UN Alliance of Civilizations opens an office in Geneva
Miguel Moratinos, High-Representative for the United Nations Alliance of Civilizations (UNAOC), announced that the UNAOC had been created in 2005. From the beginning, the intention had been to expand the work and activities of the UNAOC, and it was great that an UNAOC office had now been opened at the Palais des Nations, in the presence of the Spanish and Turkish Foreign Ministers. UNAOC had been created following several terrorist attacks in different countries, with the rationale of building bridges of understanding and mutual respect between different civilizations. Preventive diplomacy, mediation diplomacy, protection of religious sites, and fight against antisemitism and islamophobia were some of the issues on the UNAOC’s agenda. UNAOC had a broad network of friends and partners, and it was working with other UN entities and all other counterparts on the important mission of promoting harmony among the nations and social cohesion globally.
Responding to questions, Mr. Moratinos said the UNAOC was making concerted efforts to listen to and integrate African voices in broader UN activities, and cited an example from Mali. He acknowledged the problem of islamophobia and antisemitism in Europe, which had to be adequately addressed; opening the UNAOC office in Geneva was part of such efforts. While work needed to be done on addressing religious cleavages and divisions, social and economic aspects had to be tackled as well, stressed Mr. Moratinos.
Climate justice and action on emissions
Mitzi Jonelle Tan, a 24-year-old climate activist from the Philippines who is part of UNICEF’s delegation for COP26, stated that the last days of COP26 had to deliver concrete results. As a young woman from the Global South, Ms. Tan recalled having been affected by natural disasters in her native Philippines. UNICEF research revealed there were one billion children - nearly half of the world’s children - at “extremely high risk” of the impacts of the climate crisis now. It was threatening their health, education and very survival. The climate crisis was a child rights crisis, stressed Ms. Tan.
She said that developed countries had not delivered on their promise to the developing world to provide USD 100 billion annually for climate finance. That pledge was just a drop in the bucket to address the reparations needed for the most impacted countries and we could not even make that happen. Meanwhile, climate shocks continued and intensified; the world today was not the world that had been promised to children around the world. Reparations from the Global North to the Global South were also in order. COP26 did not have the luxury to fail; the summit had to deliver and make this moment count, emphasized Ms. Tan.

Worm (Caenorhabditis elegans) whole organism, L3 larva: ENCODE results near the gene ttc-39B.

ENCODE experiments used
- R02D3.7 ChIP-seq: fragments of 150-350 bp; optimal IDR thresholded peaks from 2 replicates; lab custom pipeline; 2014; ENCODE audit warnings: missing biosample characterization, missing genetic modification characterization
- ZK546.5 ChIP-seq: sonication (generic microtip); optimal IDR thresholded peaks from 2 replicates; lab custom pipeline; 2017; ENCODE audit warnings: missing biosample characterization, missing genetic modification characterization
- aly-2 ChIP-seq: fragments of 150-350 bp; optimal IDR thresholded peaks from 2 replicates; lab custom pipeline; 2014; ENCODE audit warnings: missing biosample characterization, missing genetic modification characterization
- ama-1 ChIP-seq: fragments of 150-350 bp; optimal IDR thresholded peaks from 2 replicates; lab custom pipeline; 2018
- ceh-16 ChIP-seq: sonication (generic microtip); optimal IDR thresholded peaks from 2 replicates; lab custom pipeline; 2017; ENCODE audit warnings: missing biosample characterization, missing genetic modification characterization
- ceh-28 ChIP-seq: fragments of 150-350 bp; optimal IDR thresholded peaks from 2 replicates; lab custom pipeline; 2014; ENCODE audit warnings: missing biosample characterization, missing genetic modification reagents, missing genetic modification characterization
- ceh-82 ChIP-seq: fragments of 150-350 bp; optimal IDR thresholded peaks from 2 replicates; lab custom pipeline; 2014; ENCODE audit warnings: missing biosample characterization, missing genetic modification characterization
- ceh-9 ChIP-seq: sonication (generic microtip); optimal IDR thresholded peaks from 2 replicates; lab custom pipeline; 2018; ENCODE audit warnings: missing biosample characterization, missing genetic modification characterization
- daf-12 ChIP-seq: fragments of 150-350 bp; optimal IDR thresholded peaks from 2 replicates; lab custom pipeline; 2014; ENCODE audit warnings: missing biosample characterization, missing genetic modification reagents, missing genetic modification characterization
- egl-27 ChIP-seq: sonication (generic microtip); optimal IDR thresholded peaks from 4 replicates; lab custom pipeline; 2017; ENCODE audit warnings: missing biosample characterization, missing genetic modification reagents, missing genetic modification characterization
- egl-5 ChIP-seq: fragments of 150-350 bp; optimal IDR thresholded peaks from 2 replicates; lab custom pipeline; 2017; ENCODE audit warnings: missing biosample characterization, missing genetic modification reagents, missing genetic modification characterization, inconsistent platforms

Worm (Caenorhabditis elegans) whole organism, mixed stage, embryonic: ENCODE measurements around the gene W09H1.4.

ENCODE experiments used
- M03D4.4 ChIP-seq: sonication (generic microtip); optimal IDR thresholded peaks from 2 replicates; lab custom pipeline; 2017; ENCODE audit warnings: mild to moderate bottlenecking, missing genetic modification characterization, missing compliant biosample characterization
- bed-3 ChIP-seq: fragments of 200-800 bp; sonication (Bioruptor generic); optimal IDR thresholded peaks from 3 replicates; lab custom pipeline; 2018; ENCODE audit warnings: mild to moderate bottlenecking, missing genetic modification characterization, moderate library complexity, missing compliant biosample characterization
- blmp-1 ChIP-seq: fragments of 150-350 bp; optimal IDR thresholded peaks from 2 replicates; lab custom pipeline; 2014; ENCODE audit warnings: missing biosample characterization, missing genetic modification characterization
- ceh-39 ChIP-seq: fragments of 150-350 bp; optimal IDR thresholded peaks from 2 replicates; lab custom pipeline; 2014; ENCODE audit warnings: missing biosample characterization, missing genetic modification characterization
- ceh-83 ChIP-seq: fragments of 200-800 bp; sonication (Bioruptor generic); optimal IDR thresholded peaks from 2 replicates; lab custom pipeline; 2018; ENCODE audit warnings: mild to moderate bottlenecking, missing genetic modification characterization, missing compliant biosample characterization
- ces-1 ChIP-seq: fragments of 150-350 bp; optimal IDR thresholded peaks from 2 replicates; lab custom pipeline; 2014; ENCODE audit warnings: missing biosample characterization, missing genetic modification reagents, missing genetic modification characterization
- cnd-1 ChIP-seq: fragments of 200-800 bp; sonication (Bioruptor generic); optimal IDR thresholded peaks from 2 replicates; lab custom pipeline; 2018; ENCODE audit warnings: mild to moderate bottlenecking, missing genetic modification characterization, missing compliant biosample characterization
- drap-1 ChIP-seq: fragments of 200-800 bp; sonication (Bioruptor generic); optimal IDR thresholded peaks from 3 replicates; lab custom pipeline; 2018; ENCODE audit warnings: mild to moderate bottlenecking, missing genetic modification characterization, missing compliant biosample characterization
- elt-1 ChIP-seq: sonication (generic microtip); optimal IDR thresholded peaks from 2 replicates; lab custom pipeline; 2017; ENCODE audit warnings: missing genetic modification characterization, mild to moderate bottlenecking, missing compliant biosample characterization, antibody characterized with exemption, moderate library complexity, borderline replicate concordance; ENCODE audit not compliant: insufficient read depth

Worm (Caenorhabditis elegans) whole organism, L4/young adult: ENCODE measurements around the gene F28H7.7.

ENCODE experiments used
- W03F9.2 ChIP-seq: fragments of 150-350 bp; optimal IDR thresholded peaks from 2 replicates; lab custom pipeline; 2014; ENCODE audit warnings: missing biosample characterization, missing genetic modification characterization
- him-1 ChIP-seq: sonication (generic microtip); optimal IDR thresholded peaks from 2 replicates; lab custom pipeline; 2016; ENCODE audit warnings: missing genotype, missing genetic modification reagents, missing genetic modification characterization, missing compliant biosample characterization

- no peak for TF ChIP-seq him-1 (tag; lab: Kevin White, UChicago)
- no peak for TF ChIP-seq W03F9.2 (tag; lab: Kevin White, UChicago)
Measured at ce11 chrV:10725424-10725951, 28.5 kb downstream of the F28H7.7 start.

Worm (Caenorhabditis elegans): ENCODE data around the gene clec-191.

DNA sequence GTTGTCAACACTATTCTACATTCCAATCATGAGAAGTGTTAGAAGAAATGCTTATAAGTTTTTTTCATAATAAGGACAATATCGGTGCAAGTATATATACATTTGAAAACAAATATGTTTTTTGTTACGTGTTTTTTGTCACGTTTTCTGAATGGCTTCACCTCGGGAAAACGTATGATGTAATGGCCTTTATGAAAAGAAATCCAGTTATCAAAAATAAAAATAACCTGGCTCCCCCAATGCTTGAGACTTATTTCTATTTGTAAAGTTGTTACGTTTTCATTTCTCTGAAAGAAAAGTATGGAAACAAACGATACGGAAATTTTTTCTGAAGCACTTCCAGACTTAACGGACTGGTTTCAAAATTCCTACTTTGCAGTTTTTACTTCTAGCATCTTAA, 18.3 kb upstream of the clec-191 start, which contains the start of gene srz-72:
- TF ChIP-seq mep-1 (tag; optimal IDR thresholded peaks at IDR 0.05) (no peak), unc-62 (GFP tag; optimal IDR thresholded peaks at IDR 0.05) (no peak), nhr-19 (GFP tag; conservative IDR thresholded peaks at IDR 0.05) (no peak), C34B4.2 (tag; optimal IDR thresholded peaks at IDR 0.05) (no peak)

Replying to questions, Ms. Tan said that it was paradoxical that the largest delegation at the climate summit was representing the fossil fuel industry, whereas young activists often struggled to be heard.
Mr. LeBlanc said the United Nations Secretary-General was returning to Glasgow this evening for the final days of the summit.
Emergency Relief Coordinator completes his visit to Ethiopia
Jens Laerke, for the Office for the Coordination of Humanitarian Affairs (OCHA), said Martin Griffiths, UN Emergency Relief Coordinator, had concluded a four-day visit to Ethiopia, during which he had met with the Prime and Foreign Ministers in Addis Abab. He had also met with the African Union’s high representative for the Horn of Africa, NGOs, donors and representatives of Member States. Mr. Griffiths had visited Mekelle and met with the de facto authorities responsible for the protection of all civilians on the territory under their control. Across Ethiopia, some 20 million people were targeted for assistance, informed Mr. Laerke. Conflict, large-scale displacement, drought, flooding, disease outbreaks and desert locust infestation continued to drive humanitarian needs across Ethiopia. The funding gap for the humanitarian response in Ethiopia for 2021 stood at more than USD 1.3 billion.
Mr. Laerke added that OCHA had addressed the issue of safe humanitarian flights into Tigray; unrestricted access to all areas in need was necessary. Mr. Laerke provided an example of bureaucratic impediments keeping some 400 trucks from reaching the people in need.
Mr. LeBlanc added that the UN Under-Secretary-General for Political and Peacebuilding Affairs, Rosemary DiCarlo, had yesterday highlighted the risks of the year-long conflict in Tigray and the urgent need for a cessation of hostilities and a lasting ceasefire in her briefing to the Security Council. Her remarks are available here.
Fighting in the eastern Democratic Republic of the Congo
Shabia Mantoo, for the United Nations Refugee Agency (UNHCR), said that an upsurge of fighting in eastern Democratic Republic of the Congo had forced at least 11,000 people to flee across the border into Uganda since 7 November. That represented the largest refugee influx in a single day in the country for more than a year. The fighting between militia groups and Congo’s armed forces was taking place in North Kivu’s Rutshuru Territory and the vast majority of those who had crossed the border were women and children.
UNHCR and Uganda’s Office of the Prime Minister, which was managing several transit facilities for asylum-seekers along the Congolese border, were responding to the emergency in coordination with district and local authorities. UNHCR had already relocated about 500 asylum seekers to the nearby Nyakabande transit centre, which could accommodate up to 1,500 people. UNHCR commended Uganda for allowing those seeking refuge to enter the country. However, there was a concern that local capacity and services might be soon overwhelmed. Thus, urgent resources were needed to address the needs of the new arrivals.
Full press release is available here.
There were currently 1.5 million refugees in Uganda, most of whom had arrived from Sudan and the Democratic Republic of the Congo, said Ms. Mantoo in a reply to a question.